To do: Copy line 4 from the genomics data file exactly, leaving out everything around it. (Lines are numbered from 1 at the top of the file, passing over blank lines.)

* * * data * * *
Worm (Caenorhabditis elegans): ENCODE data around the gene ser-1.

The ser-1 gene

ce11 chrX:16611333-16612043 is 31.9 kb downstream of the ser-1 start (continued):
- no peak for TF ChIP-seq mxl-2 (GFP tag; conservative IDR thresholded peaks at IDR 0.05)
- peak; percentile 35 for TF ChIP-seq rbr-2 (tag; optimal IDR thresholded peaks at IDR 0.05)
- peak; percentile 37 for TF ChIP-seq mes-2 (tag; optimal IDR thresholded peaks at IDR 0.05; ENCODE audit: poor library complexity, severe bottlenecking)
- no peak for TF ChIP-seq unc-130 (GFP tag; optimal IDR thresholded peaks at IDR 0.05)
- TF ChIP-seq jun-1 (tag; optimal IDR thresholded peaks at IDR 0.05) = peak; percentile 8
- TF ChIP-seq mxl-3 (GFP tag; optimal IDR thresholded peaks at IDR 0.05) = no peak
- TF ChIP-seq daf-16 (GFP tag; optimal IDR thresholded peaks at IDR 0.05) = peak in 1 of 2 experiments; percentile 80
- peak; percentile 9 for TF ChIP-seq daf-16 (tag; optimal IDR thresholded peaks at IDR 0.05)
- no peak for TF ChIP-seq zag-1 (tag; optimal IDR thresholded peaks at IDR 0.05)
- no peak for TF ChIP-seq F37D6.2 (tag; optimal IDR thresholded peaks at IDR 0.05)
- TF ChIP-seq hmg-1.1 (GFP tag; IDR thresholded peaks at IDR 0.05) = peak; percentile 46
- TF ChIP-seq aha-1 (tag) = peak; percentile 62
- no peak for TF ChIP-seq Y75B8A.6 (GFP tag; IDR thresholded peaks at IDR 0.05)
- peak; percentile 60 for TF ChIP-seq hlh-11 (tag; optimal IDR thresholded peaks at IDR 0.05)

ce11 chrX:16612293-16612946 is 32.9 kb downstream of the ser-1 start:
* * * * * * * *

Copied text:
- no peak for TF ChIP-seq mxl-2 (GFP tag; conservative IDR thresholded peaks at IDR 0.05)